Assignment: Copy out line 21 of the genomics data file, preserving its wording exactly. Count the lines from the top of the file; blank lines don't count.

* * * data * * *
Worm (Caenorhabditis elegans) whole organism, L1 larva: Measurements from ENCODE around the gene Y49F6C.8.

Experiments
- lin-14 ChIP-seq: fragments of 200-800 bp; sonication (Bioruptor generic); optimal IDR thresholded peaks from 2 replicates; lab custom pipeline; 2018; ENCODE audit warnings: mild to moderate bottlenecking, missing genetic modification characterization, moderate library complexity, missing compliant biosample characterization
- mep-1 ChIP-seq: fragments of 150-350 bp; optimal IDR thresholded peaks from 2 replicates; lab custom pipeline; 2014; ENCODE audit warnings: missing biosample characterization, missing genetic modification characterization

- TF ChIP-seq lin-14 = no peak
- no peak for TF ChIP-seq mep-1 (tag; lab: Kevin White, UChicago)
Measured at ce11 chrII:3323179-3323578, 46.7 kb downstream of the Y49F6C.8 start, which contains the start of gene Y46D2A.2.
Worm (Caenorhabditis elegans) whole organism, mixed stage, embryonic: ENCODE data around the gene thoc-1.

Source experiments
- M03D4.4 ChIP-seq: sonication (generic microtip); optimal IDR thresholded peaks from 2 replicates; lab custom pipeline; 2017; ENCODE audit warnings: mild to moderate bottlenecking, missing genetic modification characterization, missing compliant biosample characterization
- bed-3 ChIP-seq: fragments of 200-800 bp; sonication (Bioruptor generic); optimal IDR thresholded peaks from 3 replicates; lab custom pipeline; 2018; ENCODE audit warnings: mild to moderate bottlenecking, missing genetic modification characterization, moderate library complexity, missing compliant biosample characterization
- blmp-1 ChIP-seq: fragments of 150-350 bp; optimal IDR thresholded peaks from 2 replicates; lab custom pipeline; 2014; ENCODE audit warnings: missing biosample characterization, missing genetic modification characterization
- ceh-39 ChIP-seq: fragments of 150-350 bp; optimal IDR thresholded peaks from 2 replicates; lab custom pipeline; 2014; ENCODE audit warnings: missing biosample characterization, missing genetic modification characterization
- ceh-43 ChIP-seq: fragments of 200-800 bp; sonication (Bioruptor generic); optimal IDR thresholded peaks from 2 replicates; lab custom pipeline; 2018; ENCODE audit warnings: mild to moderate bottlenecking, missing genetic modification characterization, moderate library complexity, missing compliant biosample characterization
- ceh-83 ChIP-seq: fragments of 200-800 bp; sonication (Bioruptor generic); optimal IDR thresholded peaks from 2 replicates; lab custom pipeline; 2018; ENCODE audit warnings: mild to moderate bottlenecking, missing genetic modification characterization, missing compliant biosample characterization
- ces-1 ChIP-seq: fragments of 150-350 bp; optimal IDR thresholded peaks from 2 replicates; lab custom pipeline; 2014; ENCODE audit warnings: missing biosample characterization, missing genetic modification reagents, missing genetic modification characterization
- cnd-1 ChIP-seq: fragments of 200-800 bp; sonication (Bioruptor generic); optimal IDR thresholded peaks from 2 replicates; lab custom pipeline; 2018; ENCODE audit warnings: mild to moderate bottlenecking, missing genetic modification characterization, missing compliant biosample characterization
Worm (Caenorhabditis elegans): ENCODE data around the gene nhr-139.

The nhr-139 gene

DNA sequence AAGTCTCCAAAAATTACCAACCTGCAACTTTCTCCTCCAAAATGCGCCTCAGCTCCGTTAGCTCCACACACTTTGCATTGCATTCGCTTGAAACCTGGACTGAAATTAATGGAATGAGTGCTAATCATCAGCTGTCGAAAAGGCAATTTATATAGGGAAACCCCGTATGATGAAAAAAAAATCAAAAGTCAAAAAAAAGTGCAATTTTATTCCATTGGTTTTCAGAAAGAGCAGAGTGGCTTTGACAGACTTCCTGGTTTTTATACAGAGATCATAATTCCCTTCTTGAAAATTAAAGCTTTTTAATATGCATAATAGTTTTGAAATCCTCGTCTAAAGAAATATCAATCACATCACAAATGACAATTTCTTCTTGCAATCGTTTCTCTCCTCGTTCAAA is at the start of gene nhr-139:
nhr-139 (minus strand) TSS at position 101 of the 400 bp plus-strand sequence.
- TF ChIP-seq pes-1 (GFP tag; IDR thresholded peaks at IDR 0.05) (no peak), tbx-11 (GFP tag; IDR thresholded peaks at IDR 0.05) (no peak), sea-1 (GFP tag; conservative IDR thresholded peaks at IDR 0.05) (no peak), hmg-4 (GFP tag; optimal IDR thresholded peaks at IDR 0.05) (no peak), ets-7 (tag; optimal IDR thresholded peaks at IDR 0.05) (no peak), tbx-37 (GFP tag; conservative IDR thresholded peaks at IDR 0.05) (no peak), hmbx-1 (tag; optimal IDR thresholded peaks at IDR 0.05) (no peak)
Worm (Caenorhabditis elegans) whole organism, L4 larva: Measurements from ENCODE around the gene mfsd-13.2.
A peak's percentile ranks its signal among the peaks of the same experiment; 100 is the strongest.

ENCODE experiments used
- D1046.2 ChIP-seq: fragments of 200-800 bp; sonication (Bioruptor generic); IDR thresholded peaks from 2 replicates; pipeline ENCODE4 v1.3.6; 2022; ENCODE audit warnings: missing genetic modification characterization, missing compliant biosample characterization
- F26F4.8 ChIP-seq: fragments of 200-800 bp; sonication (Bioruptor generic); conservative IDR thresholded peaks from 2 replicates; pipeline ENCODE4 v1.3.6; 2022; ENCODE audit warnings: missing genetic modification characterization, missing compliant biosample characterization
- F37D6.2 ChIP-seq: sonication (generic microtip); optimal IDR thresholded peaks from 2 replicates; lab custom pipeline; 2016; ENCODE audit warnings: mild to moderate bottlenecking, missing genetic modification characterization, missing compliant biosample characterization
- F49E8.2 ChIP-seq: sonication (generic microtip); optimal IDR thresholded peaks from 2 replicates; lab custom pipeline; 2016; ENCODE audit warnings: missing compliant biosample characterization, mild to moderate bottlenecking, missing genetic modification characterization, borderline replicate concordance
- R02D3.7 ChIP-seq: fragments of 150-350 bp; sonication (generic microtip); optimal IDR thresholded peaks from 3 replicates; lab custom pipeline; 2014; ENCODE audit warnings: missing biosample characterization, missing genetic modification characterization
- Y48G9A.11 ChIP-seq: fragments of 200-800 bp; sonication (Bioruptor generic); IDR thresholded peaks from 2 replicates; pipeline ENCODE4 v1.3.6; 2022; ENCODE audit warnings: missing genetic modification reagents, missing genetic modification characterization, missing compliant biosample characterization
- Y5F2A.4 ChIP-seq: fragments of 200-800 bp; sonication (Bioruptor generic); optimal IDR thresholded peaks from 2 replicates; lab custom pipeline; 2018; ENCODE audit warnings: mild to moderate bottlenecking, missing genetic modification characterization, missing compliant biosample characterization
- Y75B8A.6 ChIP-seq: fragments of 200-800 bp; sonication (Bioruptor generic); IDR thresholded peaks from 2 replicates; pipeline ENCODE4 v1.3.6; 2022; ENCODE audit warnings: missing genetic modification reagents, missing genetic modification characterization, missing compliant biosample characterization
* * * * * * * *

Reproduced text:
nhr-139 (minus strand) TSS at position 101 of the 400 bp plus-strand sequence.